Wagner is right. Amazon.com (AMZN), Yahoo, or any other large rival is perfectly free to initiate its own book negotiations—although the hurdles are so high that hardly anyone expects them to do so. And for most other criticisms, Google has well-honed replies at the ready. Is the company too powerful on the Web? Well, as Google points out, that's one place where competition is always "just a click away." What about the monopoly in search? Google's dominance is overstated, Wagner claims. Many outfits that look at search traffic tend to focus on dedicated search engines. Wagner says they ignore the countless searches carried out every day on commercial sites such as Amazon, eBay (EBAY), Wikipedia, or iTunes (AAPL).
Still, Google is finding that nearly everything it does is now being scrutinized through the lens of competition. For example, a number of companies in the U.S. and Europe have objected to Google's policy of allowing advertisers to buy a competitor's brand name as a keyword. They claim this is a trademark violation, which Google denies. David Wood, a Brussels-based antitrust attorney, says Google can do this only because of its commanding market share. In effect, according to Wood, Google is telling brand owners how someone else can use their trademark. "It's just extraordinary," he says. Google's ability to do this could be regarded as abuse of its dominant market position, says Wood, who serves as counsel to European media trade group ICOMP (Initiative for a Competitive Online Marketplace), which objects to the practice. ICOMP was founded by, and is funded by, Microsoft, a chief Google rival.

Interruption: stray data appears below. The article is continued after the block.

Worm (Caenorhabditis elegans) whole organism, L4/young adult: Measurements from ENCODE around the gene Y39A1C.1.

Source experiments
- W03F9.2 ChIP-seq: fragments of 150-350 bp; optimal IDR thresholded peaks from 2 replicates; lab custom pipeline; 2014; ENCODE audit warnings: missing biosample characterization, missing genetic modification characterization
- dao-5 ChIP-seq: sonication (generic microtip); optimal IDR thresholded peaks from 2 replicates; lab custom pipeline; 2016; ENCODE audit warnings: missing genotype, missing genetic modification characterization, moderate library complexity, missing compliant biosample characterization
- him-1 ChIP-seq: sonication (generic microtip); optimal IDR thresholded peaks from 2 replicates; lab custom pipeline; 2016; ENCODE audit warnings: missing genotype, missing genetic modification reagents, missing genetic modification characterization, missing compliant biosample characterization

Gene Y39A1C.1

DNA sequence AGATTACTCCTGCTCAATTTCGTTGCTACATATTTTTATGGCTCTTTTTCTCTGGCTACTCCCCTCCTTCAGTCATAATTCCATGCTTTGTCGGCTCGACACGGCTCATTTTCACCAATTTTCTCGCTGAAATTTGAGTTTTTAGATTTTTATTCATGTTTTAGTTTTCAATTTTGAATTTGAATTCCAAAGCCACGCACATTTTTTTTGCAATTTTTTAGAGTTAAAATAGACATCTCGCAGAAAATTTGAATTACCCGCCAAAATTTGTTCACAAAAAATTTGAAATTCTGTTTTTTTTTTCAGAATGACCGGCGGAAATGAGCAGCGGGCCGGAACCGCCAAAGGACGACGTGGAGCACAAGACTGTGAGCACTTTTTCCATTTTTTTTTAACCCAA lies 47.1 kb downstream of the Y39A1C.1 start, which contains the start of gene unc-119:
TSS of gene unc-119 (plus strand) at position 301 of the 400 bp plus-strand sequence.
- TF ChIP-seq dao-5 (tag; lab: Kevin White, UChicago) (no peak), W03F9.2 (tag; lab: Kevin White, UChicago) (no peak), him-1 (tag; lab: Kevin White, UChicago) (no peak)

More Scrutiny Is Inevitable
Even the trove of data Google collects on those who use its search, e-mail, and other products can become an antitrust issue. As Google's market share grows, privacy advocates say, would-be rivals who might compete by keeping users' personal data more secure are pushed out of the picture. It was on this basis two years ago, when the Federal Trade Commission reviewed Google's acquisition of Internet ad agency DoubleClick, that FTC Commissioner Pamela Jones Harbor said privacy concerns should be part of an antitrust analysis.
While the FTC approved the DoubleClick deal, it drew far more regulatory attention than Google had expected—leading to the new outreach campaign. "We know that as we grow to a certain size, it's just inevitable that we're going to get more questions from regulators, we're going to have more scrutiny," says spokesman Adam Kovacevich. "Some of that, of course, is fed by competitors, but we know we have to have good answers to these questions."